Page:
The throttle position sensor (TPS) can be tested using a simple multimeter and in this tutorial I'll show you how in a step-by-step way.
To test the TPS you don't need a scan tool (although having one is major plus).
The contents of this tutorial at a glance:
The throttle position sensor's job is to tell the PCM how much the throttle plate opens/closes as you step on/off the accelerator.
The PCM then uses this info to calculate fuel injection, advance/retard ignition timing, etc. So, when the TPS fails... your 4.7L Dodge engine is gonna' resent it.
Here are some of the symptoms your 4.7L Dodge will experience when the throttle position sensor fails:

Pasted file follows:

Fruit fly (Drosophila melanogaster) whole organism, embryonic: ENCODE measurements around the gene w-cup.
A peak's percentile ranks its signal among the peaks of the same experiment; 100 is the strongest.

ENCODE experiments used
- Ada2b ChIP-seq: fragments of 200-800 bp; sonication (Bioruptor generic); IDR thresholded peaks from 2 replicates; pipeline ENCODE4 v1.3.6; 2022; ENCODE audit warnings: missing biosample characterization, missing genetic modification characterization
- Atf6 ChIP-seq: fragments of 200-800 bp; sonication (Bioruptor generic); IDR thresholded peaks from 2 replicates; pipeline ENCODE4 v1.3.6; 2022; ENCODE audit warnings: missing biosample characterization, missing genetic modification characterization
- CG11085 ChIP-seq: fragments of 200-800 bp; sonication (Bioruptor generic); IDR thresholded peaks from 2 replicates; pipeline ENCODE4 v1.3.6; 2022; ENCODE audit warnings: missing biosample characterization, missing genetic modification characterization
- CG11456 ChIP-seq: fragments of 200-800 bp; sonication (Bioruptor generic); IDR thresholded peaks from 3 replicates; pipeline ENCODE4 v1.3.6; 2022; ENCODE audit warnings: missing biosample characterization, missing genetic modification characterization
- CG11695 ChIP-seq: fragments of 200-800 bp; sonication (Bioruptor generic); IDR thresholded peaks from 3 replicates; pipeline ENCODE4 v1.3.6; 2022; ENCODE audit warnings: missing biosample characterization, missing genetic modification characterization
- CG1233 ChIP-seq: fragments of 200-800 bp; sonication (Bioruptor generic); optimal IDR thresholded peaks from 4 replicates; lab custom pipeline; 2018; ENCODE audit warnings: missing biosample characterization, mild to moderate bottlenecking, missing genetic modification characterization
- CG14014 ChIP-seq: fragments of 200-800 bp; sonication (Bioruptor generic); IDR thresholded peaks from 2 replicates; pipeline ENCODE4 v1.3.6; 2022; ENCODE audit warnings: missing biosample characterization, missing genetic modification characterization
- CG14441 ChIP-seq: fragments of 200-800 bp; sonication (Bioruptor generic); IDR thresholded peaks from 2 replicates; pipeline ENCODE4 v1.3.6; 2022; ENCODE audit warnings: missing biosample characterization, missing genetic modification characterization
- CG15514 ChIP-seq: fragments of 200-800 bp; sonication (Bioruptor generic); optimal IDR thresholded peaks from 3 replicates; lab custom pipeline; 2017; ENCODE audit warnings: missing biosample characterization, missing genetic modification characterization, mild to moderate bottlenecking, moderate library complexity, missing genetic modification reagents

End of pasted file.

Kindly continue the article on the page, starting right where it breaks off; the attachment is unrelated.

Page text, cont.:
- A TPS diagnostic trouble code (DTC) stored in the PCM's memory:
- P0121: Throttle Position (TP) Circuit Performance Problem.
- P0122: Throttle Position (TP) Circuit Low Input.
- P0123: Throttle Position (TP) Circuit High Input.
- Your 4.7L Dodge fails the smog check (state mandated emissions test).
- Bad gas mileage.
- Hard start and/or extended cranking time (after shut off).
- Black smoke coming out of the tailpipe.
- Hesitation when accelerating your vehicle down the road.
As mentioned at the beginning of this tutorial, the TPS can be tested without a scan tool and in the next section we'll start with the very first test.